Saturday 1 October is the United Nation’s International Day of Older People 2016. As the UK’s population grows consistently older, it faces new health and societal challenges. Design Council discusses how design could be the key to unlocking potential health and social care answers.

Today, for the first time in history, Britain’s over-65s outnumber people under the age of 16. By 2020, people aged over 50 will make up almost one third of the workforce and almost half the adult population – with 15.5 million people aged 65 or over. This means a huge increase in demand for health and social care services while the number of people at working age will stagnate or shrink, causing pressure on public finances.

Design Council has been demonstrating how great design improves lives for more than 70 years.

Some of our most inspiring work has been tackling conditions which come about or worsen with age. These have included dementia and arthritis, and social issues such as loneliness, solutions to which we’ve shown can be handled in innovative, humane and cost-effective ways.

One such programme, Living Well with Dementia, generated new services and products and helped to raise the profile of design-sourced solutions for societal challenges. These included the now famous Dementia Dogs, the aroma-based appetite stimulant Ode and the community-based Casserole Club.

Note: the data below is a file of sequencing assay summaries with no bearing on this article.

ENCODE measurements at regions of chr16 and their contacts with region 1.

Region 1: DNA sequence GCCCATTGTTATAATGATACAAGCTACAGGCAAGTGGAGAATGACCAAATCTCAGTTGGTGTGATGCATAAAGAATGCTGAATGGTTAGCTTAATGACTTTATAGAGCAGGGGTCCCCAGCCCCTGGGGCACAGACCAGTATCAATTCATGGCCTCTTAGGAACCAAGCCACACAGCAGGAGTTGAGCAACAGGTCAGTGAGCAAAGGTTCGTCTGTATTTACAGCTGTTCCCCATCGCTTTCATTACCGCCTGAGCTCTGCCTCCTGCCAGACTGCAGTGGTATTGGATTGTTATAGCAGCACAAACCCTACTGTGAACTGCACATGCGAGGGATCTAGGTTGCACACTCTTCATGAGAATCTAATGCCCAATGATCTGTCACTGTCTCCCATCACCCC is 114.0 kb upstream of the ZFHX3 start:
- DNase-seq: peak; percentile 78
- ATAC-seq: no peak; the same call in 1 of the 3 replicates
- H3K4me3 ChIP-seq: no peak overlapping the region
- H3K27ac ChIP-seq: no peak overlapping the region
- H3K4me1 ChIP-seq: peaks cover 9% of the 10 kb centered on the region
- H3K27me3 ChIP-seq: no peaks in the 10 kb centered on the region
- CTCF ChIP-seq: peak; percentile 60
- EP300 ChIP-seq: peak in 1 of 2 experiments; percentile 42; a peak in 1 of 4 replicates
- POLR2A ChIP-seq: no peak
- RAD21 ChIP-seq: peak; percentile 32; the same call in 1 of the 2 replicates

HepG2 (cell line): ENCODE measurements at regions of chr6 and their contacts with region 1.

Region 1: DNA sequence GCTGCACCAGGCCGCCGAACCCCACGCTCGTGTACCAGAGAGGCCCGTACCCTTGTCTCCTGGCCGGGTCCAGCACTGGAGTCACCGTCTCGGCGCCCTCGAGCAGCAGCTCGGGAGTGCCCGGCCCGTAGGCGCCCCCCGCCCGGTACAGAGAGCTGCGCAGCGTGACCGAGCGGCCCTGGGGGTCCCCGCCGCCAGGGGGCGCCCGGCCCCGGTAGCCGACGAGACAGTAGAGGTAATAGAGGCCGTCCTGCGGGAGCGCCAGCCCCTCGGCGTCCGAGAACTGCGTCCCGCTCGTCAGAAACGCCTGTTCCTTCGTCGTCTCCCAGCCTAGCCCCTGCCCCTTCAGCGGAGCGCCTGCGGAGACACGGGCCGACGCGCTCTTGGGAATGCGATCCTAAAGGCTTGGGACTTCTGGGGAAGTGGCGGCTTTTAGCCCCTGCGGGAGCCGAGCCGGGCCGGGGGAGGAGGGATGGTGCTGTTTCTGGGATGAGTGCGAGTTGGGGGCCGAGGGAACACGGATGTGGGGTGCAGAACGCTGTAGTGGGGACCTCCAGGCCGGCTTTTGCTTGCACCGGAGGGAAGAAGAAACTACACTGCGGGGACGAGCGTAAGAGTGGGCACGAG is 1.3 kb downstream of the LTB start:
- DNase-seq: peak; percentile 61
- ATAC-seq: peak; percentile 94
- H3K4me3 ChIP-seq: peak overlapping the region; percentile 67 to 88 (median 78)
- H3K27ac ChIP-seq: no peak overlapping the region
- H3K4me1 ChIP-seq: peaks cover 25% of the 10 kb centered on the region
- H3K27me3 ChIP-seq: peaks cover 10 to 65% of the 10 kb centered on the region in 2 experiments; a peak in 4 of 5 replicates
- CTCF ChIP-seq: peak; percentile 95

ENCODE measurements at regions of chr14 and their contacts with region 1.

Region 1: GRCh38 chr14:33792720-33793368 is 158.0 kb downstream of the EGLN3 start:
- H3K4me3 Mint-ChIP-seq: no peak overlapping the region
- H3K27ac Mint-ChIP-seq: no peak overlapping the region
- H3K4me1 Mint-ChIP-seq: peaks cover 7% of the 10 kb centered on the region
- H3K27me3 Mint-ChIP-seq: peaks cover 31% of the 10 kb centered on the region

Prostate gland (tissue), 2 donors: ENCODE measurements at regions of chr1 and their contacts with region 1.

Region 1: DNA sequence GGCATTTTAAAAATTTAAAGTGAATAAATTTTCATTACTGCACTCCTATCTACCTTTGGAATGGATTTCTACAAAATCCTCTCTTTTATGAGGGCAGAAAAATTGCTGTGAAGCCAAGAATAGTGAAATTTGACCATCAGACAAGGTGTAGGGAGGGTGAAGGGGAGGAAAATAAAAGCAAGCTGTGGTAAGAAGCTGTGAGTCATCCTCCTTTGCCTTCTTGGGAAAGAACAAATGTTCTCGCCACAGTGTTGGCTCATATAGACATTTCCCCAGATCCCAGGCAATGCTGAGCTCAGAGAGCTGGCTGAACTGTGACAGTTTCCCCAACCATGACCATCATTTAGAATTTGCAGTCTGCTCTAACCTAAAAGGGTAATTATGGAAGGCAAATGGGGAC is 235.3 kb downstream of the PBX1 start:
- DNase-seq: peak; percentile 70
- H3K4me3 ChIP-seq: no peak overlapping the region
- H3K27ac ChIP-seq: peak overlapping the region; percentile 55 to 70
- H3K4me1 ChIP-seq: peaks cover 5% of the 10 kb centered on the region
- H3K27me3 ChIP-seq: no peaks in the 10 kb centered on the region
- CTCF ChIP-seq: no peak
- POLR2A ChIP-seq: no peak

Design Council’s forthcoming work is a pioneering programme that takes a design-led approach to improving people’s experience of ageing. It has been developed over the last two years, co-created with UnLtd, the South West Academic Health Science Network and the Centre for Ageing Better – and with £3.65m funding awarded by the Big Lottery Fund early this year – is set to launch in the coming weeks.

This new cross-sector partnership will bring together people in later life, social entrepreneurs and commissioners of health and care services to define, develop and deliver new people-centred solutions that better support the needs and aspirations of our ageing communities.

Initially based in the south-west of England, the programme will help local people of all ages to identify, develop and scale effective innovations for a healthy and active later life.

By being design-led, collaborative and entrepreneurial, communities can develop services to improve people’s quality of life.

As a consequence, this can reduce preventable hospital admissions and other healthcare costs in a sustainable way, reducing the burden on the public purse and transforming services to ensure effective, efficient and sustainable later-life care.

In order for this to be achieved, the programme needs to engage a wide network of stakeholders from different backgrounds, access currently untapped community resources, help social entrepreneurs take great ideas to market and build awareness of alternative health and social care commissioning processes.

As we celebrate International Day of Older People 2016, this partnership looks forward to ensuring that older people enjoy a healthy and fulfilling later life, not just a longer life.

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